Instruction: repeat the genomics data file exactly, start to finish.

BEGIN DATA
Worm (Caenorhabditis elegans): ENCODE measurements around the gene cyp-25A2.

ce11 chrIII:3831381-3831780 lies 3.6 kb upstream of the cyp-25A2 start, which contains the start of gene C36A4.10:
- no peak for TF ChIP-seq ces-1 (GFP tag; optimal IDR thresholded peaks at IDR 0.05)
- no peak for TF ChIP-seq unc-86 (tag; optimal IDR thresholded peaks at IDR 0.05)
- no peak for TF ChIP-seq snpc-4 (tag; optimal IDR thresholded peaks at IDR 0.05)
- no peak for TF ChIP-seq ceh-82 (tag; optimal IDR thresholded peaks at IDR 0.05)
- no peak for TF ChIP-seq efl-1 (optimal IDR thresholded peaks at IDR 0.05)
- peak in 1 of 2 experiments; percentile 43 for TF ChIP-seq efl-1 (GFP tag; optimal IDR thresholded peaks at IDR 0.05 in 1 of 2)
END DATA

Worm (Caenorhabditis elegans): ENCODE measurements around the gene cyp-25A2.

ce11 chrIII:3831381-3831780 lies 3.6 kb upstream of the cyp-25A2 start, which contains the start of gene C36A4.10:
- no peak for TF ChIP-seq ces-1 (GFP tag; optimal IDR thresholded peaks at IDR 0.05)
- no peak for TF ChIP-seq unc-86 (tag; optimal IDR thresholded peaks at IDR 0.05)
- no peak for TF ChIP-seq snpc-4 (tag; optimal IDR thresholded peaks at IDR 0.05)
- no peak for TF ChIP-seq ceh-82 (tag; optimal IDR thresholded peaks at IDR 0.05)
- no peak for TF ChIP-seq efl-1 (optimal IDR thresholded peaks at IDR 0.05)
- peak in 1 of 2 experiments; percentile 43 for TF ChIP-seq efl-1 (GFP tag; optimal IDR thresholded peaks at IDR 0.05 in 1 of 2)